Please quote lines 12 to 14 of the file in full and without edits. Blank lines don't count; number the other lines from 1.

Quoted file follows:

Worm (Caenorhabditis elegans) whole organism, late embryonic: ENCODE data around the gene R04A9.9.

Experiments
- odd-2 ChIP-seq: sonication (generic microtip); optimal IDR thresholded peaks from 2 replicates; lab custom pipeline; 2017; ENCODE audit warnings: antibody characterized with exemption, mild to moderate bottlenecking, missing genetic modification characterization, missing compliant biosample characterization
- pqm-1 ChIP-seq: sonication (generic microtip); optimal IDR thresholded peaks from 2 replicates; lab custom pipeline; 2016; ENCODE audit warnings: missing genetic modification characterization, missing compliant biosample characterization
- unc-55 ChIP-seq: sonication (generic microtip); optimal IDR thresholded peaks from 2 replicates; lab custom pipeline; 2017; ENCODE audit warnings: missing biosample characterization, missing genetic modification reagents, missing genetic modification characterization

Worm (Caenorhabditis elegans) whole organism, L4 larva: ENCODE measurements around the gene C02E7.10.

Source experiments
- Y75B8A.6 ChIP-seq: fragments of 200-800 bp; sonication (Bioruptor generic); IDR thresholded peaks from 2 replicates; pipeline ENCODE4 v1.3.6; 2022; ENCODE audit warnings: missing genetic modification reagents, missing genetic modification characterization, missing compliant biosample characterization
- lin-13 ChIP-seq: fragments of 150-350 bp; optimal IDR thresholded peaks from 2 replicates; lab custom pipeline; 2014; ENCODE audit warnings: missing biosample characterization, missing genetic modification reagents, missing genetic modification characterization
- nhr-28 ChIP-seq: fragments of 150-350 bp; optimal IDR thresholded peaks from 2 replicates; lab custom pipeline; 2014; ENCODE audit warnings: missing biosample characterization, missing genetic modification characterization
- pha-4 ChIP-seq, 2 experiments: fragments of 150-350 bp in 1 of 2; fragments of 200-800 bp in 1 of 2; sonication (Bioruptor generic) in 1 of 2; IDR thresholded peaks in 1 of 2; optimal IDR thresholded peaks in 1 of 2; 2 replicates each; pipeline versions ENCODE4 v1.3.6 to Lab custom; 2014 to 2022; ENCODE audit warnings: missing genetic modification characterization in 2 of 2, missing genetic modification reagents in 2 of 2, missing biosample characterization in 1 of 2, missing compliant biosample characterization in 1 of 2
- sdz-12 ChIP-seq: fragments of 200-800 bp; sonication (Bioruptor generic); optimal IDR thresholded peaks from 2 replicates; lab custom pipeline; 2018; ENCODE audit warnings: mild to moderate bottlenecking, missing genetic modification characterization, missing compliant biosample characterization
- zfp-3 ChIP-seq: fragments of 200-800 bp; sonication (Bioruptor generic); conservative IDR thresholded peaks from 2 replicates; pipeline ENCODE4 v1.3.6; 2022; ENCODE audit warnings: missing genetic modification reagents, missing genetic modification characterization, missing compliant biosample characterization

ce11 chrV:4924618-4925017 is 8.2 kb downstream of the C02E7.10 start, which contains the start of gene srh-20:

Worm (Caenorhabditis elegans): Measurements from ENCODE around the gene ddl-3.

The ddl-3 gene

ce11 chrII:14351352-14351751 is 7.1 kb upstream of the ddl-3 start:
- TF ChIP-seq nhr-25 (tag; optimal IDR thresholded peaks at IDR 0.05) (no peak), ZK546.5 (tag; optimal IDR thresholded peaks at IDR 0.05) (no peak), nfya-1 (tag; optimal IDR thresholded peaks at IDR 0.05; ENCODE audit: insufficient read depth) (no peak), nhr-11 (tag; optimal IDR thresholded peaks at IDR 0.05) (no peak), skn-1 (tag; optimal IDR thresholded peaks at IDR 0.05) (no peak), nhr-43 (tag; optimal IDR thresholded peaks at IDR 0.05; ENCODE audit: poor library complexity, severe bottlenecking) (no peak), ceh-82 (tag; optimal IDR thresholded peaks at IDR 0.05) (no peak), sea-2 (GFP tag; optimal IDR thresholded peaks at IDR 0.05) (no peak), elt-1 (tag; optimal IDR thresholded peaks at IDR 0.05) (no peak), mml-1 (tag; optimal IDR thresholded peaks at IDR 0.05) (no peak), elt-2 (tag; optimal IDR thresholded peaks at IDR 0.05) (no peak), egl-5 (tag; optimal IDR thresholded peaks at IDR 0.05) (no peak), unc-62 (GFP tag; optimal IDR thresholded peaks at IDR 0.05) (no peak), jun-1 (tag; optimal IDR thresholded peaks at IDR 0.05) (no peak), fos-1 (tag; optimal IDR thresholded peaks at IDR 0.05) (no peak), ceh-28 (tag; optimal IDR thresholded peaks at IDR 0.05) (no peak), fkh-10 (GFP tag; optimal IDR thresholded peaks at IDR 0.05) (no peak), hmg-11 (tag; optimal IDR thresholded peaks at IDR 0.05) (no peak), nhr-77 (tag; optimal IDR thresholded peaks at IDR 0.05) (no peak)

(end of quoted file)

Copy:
- sdz-12 ChIP-seq: fragments of 200-800 bp; sonication (Bioruptor generic); optimal IDR thresholded peaks from 2 replicates; lab custom pipeline; 2018; ENCODE audit warnings: mild to moderate bottlenecking, missing genetic modification characterization, missing compliant biosample characterization
- zfp-3 ChIP-seq: fragments of 200-800 bp; sonication (Bioruptor generic); conservative IDR thresholded peaks from 2 replicates; pipeline ENCODE4 v1.3.6; 2022; ENCODE audit warnings: missing genetic modification reagents, missing genetic modification characterization, missing compliant biosample characterization

ce11 chrV:4924618-4925017 is 8.2 kb downstream of the C02E7.10 start, which contains the start of gene srh-20: